moon phase Week of 10/27/2002 Best days to harvest for drying


There are lights in the cornfield and the wagons are filled with bright yellow corn. Dust rises from the big green combine as the hopper dips into the wagon. The farmers are working late; it's harvest time. In the morning there's a field full of stubble where a cornfield once stood swaying in the wind. At first light a large fox squirrel ventures out into the corn stubble in search of breakfast. He follows his nose and finds a treasure, a whole ear of corn that was missed by the combine.

His jaws are very strong and he has no trouble carrying the leafy ear quickly back to the edge of the field and up a tree to sit on his favorite limb. He husks the cob in no time and begins eating the hearts from the kernels one at a time. The sweet hearts are one of his favorite foods and give him the warm fat that will help get him through the long winter.

He peacefully sits and nibbles the corn, dropping the uneaten portions to the ground where a couple of clever blue jays promptly pick them up and fill their chops. When they can't squeeze another kernel into their mouths, off they fly to find a place to hide their booty.

A red-tailed hawk glides by, treetop high. She sees the squirrel and the jays but pays no attention to them; they see her but know that she isn't fast enough to catch a quick jay. The squirrel is large and strong, with sharp teeth that could give the hawk a nasty bite. A squirrel bite to the leg or toe may infect and mean the loss of use of a foot. The hawk, if she lives, will be hard pressed to make a living with only one foot.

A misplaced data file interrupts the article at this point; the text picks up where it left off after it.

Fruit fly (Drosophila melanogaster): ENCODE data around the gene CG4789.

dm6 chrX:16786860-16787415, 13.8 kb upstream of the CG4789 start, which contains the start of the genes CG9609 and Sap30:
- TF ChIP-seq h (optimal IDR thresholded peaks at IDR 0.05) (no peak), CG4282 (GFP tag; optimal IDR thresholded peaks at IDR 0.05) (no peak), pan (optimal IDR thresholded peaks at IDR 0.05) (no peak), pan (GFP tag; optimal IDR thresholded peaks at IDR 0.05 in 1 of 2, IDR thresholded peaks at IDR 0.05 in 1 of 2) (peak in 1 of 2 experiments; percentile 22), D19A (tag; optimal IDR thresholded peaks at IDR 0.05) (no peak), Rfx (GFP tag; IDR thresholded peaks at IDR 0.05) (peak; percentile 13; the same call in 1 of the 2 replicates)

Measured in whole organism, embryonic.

The big hawk lands on a limb towards the top of the ridge, where she can catch the early morning sun. From here she can survey all below her in all directions; her keen eyes search the grass opening below for voles.

The skunk is back; his pungent aroma fills the otherwise fresh foggy night air. I don't mind the scent of a skunk once in a while, but it gets to the point where it's overwhelming, just as intended. A pair of black crows have landed in the new corn stubble and are busy searching for mice and voles that have been run over by the combine. One of them is lucky; he snatches up a fat vole in his long black beak and flies off to the woods with it. The fox squirrel has finished plucking every last kernel from the ear and drops it to the ground. His morning hunger satisfied, he stretches out on the limb and faces the warm sun.

In the tall grass below, a tiny deer mouse dashes out from cover and retrieves the small bits of corn left behind by the jays.

When night falls, the cornfield is patrolled by others who know that it's a good place to find dead voles and corn. Those who search through the stubble include opossums, skunks, raccoons, foxes, coyotes, and mink. Again it proves that nature never misses a chance to seize an opportunity.

These natural organic moments were brought to you by Mother Nature.

Freedom Hawk

Extremely alert and ready to pounce;
Instinctively knowing that each moment counts.
Hungry and keen with the sun's first bright rays-the
redtailed hawk hunts for voles as they play.
Jack Frost made a visit sometime in the night and left
everything a crisp, frosty white.
The cold with its harsh wisdom teaches the hawk
respect and courage as is the
way for all who have to forage.
New sun heats feathers and a rouse of simple pleasure.
The heat addresses a breast of white, a welcome
feeling after a cold autumn night.
The hawk's heart, warmed by the new sense of freedom,
takes wing and glides to the heavens to sing.
He calls to all who can hear him below,
"If you strive for freedom, look how far you can go."

--Dan Hazlett

All art ©2013 Organic Valley

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